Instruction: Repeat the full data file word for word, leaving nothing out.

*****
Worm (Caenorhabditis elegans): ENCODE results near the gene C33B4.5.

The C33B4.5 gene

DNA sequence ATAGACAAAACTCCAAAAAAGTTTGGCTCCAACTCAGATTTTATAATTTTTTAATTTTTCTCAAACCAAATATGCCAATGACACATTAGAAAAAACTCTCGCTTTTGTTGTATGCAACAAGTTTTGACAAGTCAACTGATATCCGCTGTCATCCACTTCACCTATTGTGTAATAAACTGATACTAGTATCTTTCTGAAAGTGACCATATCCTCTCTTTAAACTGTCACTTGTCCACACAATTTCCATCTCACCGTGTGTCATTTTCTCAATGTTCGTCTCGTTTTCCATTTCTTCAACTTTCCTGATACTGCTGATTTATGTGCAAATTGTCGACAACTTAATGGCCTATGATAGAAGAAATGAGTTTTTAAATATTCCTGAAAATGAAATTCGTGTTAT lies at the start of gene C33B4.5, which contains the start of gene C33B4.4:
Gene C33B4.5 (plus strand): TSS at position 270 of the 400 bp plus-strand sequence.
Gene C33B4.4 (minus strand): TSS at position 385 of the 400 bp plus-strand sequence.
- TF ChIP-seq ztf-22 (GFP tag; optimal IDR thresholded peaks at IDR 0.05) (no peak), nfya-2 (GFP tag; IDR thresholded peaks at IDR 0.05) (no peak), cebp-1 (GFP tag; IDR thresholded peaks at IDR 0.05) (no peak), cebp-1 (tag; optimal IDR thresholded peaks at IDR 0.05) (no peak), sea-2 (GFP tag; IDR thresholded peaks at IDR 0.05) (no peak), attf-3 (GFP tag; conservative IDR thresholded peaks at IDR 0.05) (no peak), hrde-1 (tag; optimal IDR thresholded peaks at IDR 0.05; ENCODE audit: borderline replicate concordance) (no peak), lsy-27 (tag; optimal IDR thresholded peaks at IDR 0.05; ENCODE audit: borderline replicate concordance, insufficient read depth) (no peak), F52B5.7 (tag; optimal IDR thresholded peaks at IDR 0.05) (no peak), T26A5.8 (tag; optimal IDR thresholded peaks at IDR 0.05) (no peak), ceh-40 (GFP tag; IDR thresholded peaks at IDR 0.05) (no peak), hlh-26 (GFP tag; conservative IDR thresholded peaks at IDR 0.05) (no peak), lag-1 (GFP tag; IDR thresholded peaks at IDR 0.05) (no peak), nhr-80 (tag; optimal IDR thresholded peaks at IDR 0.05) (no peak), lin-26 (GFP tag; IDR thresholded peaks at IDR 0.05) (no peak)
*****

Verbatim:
Worm (Caenorhabditis elegans): ENCODE results near the gene C33B4.5.

The C33B4.5 gene

DNA sequence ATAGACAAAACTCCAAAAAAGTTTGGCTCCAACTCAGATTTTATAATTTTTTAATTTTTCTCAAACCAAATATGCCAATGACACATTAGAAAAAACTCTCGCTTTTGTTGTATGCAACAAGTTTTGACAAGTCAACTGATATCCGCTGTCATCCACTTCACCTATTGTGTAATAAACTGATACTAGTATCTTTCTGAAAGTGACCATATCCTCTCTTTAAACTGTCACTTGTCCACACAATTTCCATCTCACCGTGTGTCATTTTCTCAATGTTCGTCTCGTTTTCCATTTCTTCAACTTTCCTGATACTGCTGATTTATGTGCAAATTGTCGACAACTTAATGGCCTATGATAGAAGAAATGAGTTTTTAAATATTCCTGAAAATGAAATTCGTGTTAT lies at the start of gene C33B4.5, which contains the start of gene C33B4.4:
Gene C33B4.5 (plus strand): TSS at position 270 of the 400 bp plus-strand sequence.
Gene C33B4.4 (minus strand): TSS at position 385 of the 400 bp plus-strand sequence.
- TF ChIP-seq ztf-22 (GFP tag; optimal IDR thresholded peaks at IDR 0.05) (no peak), nfya-2 (GFP tag; IDR thresholded peaks at IDR 0.05) (no peak), cebp-1 (GFP tag; IDR thresholded peaks at IDR 0.05) (no peak), cebp-1 (tag; optimal IDR thresholded peaks at IDR 0.05) (no peak), sea-2 (GFP tag; IDR thresholded peaks at IDR 0.05) (no peak), attf-3 (GFP tag; conservative IDR thresholded peaks at IDR 0.05) (no peak), hrde-1 (tag; optimal IDR thresholded peaks at IDR 0.05; ENCODE audit: borderline replicate concordance) (no peak), lsy-27 (tag; optimal IDR thresholded peaks at IDR 0.05; ENCODE audit: borderline replicate concordance, insufficient read depth) (no peak), F52B5.7 (tag; optimal IDR thresholded peaks at IDR 0.05) (no peak), T26A5.8 (tag; optimal IDR thresholded peaks at IDR 0.05) (no peak), ceh-40 (GFP tag; IDR thresholded peaks at IDR 0.05) (no peak), hlh-26 (GFP tag; conservative IDR thresholded peaks at IDR 0.05) (no peak), lag-1 (GFP tag; IDR thresholded peaks at IDR 0.05) (no peak), nhr-80 (tag; optimal IDR thresholded peaks at IDR 0.05) (no peak), lin-26 (GFP tag; IDR thresholded peaks at IDR 0.05) (no peak)